Surveys consistently show that roughly 80 percent of people think they have a novel in them waiting to be written. However, Kurt Vonnegut once advised a young writer of his acquaintance that novels were a lot of arguably unnecessary work.
"Write a play, lamb," he said. "You don't have to describe your characters in depth. Simply put words in their mouths and your producer hires graceful fascinating people to speak and move. How long is a play? About 100 pages. And a lot of every page is white space."
Other tidbits of advice were that the use of exclamation points is like laughing at your own jokes (Boise library and enthusiastic facebookers take note) and that "semicolons are transvestite hermaphrodites representing absolutely nothing. All they do is show you've been to college."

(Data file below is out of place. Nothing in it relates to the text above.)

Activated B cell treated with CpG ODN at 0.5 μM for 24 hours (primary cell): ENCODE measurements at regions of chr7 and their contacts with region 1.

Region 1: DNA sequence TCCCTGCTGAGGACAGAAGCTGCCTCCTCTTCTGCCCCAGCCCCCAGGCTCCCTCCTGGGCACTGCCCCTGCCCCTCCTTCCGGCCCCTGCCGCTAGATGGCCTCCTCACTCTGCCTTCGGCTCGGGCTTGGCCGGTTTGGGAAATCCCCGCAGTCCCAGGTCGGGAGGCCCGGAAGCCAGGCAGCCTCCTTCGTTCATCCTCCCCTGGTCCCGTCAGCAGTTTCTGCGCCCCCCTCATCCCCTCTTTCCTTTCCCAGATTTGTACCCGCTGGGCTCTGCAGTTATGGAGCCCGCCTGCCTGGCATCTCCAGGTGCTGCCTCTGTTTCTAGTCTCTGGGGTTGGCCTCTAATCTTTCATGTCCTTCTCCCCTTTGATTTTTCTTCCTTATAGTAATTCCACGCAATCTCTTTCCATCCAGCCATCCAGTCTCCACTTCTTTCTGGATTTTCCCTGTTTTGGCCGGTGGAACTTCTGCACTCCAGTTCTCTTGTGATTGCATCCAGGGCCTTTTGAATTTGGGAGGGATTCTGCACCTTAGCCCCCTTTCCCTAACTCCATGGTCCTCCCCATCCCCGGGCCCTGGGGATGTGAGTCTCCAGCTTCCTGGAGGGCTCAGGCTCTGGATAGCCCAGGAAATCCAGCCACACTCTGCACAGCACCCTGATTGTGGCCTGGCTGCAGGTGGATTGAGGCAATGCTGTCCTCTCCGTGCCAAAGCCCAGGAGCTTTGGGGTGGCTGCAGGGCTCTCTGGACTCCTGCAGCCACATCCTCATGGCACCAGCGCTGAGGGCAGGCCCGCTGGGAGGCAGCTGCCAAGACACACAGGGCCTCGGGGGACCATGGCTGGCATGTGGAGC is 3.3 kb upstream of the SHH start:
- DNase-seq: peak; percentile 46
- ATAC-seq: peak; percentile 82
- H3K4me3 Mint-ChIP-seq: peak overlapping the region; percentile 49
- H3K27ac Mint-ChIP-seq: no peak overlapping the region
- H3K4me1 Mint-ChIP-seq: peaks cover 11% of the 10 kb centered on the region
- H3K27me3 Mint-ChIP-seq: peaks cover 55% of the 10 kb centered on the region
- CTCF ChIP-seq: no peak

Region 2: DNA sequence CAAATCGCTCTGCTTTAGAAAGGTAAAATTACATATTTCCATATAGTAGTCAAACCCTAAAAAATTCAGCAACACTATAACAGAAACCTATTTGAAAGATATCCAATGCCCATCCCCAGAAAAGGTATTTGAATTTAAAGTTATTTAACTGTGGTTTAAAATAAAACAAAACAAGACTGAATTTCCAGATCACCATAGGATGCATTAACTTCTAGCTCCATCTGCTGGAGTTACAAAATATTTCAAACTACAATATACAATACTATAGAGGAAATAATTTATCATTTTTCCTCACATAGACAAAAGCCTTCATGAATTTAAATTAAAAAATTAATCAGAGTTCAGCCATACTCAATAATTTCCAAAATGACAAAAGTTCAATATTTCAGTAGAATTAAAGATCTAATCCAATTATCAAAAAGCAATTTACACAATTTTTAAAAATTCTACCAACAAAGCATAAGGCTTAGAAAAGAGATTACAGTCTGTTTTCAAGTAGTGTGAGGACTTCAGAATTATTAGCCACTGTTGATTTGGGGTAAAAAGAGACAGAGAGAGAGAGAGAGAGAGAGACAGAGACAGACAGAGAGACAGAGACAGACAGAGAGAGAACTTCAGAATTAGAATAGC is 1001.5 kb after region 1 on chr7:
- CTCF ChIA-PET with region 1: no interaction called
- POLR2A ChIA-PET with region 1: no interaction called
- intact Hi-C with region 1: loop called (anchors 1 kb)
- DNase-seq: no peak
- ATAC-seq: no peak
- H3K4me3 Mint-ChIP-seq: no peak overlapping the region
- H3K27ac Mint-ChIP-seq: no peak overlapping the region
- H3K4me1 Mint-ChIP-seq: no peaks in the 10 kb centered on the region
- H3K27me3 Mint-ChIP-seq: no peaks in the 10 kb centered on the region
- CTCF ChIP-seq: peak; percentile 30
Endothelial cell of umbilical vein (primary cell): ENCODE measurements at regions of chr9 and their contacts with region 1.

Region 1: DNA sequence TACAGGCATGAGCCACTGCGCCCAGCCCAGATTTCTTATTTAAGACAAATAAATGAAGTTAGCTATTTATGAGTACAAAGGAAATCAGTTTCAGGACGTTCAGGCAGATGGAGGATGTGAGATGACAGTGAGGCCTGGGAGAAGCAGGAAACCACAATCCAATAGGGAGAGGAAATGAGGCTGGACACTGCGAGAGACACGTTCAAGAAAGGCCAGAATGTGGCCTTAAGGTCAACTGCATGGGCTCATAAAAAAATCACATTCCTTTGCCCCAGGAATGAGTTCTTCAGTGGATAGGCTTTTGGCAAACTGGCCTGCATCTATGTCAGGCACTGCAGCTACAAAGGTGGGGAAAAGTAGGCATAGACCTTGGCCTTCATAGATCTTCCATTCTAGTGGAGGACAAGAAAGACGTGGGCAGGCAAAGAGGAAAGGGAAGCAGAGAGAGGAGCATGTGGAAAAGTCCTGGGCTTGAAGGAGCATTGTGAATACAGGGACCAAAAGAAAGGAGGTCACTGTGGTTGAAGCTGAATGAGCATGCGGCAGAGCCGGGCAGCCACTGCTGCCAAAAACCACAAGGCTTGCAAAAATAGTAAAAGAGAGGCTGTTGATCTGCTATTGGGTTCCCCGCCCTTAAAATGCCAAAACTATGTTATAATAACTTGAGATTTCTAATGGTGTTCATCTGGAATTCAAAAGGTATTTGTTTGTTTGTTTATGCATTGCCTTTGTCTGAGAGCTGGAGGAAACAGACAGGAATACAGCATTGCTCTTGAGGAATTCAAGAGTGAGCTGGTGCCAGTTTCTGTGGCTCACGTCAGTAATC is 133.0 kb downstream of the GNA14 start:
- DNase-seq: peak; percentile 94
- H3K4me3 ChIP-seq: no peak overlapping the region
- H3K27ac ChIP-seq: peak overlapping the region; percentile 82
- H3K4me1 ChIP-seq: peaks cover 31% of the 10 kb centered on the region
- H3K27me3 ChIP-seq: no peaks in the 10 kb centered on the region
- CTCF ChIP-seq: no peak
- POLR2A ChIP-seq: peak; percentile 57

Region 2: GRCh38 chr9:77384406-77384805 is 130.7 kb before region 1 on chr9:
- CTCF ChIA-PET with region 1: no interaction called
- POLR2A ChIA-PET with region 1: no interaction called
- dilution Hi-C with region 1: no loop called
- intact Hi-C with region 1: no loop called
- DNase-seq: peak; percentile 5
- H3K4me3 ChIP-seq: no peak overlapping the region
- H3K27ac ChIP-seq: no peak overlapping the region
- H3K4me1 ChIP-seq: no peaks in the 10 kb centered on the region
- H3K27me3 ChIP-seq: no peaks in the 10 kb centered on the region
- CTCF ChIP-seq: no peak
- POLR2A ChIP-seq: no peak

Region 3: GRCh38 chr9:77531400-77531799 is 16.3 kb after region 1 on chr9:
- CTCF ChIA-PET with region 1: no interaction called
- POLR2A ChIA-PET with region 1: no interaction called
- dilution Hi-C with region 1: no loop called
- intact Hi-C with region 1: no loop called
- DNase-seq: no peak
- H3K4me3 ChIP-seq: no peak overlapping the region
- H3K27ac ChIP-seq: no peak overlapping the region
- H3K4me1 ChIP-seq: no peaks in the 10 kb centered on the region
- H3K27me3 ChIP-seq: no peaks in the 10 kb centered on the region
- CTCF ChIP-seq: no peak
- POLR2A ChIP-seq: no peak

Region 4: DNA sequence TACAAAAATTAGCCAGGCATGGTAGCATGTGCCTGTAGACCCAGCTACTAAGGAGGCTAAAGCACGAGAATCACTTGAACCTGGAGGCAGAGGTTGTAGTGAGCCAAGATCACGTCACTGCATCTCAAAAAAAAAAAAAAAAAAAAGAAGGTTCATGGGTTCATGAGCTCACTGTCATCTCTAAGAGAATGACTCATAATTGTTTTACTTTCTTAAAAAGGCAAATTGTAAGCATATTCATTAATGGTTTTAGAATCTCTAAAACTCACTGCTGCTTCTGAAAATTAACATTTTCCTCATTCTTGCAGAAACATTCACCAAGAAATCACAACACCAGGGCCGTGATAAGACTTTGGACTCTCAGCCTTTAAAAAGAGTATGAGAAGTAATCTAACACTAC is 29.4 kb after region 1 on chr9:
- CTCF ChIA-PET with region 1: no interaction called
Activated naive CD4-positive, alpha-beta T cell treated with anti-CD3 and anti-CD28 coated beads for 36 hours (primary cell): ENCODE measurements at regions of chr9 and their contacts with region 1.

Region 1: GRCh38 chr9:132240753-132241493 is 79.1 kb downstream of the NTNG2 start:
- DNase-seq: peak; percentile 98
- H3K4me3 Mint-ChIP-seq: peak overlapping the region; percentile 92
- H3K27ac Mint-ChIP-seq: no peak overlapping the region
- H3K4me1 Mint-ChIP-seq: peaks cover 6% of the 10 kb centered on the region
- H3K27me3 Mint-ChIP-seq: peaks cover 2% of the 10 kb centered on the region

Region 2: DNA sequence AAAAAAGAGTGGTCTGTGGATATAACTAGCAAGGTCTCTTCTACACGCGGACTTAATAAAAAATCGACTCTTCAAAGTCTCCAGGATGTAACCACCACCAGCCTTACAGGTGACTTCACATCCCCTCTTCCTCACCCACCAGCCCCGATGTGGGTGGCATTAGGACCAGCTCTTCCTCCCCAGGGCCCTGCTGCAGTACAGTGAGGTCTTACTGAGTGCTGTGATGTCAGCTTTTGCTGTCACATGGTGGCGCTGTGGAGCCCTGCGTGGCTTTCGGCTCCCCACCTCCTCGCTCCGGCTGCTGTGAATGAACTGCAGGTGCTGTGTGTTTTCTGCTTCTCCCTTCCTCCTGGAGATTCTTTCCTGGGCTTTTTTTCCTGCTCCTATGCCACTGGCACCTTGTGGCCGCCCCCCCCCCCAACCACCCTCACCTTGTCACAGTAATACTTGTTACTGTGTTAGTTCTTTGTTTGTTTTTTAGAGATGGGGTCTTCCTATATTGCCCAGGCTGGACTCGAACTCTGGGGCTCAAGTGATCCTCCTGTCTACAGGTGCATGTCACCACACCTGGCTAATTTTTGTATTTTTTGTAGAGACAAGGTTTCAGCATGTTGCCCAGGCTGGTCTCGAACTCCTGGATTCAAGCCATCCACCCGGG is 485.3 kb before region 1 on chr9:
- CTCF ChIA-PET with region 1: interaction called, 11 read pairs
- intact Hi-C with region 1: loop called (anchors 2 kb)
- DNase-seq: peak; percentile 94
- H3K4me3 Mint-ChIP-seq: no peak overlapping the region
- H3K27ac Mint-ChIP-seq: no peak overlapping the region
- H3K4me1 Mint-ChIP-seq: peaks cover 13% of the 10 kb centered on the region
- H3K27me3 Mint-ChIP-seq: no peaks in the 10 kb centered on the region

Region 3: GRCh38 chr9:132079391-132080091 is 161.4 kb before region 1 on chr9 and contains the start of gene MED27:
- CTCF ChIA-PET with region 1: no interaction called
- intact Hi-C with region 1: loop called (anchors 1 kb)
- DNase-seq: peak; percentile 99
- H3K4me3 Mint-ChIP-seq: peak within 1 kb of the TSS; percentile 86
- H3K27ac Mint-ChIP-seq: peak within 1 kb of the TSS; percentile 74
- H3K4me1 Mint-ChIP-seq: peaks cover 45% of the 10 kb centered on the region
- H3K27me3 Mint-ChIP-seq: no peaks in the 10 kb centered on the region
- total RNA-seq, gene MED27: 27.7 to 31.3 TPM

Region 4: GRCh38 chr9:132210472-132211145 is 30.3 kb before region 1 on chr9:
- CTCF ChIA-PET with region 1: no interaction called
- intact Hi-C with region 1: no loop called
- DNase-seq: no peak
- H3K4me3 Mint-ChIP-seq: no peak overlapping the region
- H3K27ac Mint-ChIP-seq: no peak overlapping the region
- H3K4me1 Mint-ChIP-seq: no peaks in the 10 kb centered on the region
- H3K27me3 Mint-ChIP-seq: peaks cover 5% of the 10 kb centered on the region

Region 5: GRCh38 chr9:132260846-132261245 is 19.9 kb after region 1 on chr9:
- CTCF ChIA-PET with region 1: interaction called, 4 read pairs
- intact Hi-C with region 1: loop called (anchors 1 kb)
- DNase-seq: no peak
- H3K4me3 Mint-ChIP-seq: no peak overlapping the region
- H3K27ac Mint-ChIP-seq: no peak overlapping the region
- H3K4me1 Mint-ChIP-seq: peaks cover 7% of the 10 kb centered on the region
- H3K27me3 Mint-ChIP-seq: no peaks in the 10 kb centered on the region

And while punctuation aficionados often take issue with the second two, it's pretty hard to argue with the first bit. The average script is 20,000 words; (Yes, I've been to college) the average novel 80,000. And are 80 percent of people really able to craft up someone even remotely as dreamy as
Clint Howard Robert Pattinson?
But even with that huge leg up, it certainly helps if the words you put into your actors mouths are good 'uns. Anyone who saw Twilight, knows there's only so much Mr. Pattinson can do.
So today, round 6:30 p.m., why not swing by The Idaho Pizza Company, for the monthly meeting of The Idaho Screenwriter's Group, where you can work out your crapsterpiece, practice your pitch and have an opportunity to discuss your picks for best best boy with some like minds.
If nothing else, it should serve as a good review for the I48 film competition coming up in a few weeks.
See ya at the talkies!